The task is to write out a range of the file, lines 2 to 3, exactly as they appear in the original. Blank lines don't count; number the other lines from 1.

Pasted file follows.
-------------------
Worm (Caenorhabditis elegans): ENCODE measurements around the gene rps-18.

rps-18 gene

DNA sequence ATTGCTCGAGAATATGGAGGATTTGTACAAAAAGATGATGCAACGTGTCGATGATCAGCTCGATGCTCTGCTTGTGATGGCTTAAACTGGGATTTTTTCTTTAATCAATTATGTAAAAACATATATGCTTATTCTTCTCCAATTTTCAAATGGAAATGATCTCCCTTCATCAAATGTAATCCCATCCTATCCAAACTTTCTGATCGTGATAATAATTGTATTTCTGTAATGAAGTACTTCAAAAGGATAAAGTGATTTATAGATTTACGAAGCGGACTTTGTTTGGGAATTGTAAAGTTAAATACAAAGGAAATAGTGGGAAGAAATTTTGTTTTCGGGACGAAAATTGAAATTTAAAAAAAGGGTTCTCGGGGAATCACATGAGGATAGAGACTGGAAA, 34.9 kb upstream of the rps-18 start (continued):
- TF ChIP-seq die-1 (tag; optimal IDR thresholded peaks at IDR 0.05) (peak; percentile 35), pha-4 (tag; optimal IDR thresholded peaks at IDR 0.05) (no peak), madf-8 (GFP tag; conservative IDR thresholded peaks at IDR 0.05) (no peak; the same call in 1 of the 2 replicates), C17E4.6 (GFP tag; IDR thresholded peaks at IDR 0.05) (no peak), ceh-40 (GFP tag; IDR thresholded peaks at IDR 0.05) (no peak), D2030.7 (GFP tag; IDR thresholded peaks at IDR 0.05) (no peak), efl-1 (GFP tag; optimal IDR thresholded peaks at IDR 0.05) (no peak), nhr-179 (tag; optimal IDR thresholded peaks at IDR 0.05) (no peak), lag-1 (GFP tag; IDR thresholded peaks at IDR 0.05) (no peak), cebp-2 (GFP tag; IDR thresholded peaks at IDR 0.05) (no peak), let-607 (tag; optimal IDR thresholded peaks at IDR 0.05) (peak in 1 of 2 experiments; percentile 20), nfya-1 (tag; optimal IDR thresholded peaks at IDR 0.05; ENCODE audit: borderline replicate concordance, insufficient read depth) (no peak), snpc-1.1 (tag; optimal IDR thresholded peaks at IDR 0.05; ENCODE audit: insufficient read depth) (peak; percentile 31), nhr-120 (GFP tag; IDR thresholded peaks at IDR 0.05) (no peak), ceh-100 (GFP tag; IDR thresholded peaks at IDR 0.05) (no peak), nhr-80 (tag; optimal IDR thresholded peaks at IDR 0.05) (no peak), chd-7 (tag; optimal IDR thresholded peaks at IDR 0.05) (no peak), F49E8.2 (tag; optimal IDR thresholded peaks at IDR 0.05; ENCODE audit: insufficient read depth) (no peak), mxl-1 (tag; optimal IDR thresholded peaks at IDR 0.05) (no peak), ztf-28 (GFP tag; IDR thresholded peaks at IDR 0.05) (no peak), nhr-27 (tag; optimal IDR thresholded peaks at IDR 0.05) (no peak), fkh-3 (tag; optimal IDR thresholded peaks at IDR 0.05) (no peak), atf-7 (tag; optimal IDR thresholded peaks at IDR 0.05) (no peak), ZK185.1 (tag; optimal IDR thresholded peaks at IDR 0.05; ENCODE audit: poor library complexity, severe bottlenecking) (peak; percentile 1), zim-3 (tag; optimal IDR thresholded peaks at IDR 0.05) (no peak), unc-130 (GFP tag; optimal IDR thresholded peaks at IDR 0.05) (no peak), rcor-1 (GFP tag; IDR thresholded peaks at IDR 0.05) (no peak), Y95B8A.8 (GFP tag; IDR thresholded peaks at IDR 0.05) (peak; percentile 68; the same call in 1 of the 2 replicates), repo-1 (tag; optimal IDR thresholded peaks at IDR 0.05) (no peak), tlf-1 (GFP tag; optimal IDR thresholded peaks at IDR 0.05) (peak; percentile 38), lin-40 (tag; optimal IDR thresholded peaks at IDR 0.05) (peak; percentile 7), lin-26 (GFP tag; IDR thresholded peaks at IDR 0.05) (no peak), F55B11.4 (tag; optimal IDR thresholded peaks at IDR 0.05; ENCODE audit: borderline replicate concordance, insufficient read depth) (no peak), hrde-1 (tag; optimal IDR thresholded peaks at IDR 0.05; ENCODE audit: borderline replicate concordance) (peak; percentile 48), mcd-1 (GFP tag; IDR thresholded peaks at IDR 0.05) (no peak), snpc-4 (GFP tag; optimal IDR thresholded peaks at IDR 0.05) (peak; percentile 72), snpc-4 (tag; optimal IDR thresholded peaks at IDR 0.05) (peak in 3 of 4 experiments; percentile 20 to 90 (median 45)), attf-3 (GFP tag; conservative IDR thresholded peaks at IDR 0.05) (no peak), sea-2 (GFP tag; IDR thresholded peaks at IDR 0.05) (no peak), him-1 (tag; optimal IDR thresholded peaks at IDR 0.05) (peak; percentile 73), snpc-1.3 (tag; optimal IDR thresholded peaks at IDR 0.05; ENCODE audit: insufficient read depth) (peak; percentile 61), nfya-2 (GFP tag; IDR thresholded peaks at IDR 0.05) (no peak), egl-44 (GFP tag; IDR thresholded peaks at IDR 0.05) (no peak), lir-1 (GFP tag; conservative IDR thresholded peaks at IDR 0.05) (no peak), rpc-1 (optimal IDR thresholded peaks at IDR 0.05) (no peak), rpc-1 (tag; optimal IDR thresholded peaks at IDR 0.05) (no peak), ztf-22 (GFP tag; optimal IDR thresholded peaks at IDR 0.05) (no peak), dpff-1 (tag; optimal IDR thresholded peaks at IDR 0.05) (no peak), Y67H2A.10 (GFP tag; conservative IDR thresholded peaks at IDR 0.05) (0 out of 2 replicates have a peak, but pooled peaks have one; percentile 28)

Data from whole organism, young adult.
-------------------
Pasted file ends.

rps-18 gene

DNA sequence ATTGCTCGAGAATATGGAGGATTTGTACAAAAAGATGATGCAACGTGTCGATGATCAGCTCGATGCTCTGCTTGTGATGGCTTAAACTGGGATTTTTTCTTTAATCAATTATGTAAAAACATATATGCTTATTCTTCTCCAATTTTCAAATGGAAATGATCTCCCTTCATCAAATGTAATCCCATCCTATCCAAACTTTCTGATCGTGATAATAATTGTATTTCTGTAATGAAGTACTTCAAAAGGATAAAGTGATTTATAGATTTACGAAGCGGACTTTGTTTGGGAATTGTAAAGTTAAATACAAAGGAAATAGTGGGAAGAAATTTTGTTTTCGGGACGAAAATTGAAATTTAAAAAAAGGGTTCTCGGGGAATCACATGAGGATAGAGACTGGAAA, 34.9 kb upstream of the rps-18 start (continued):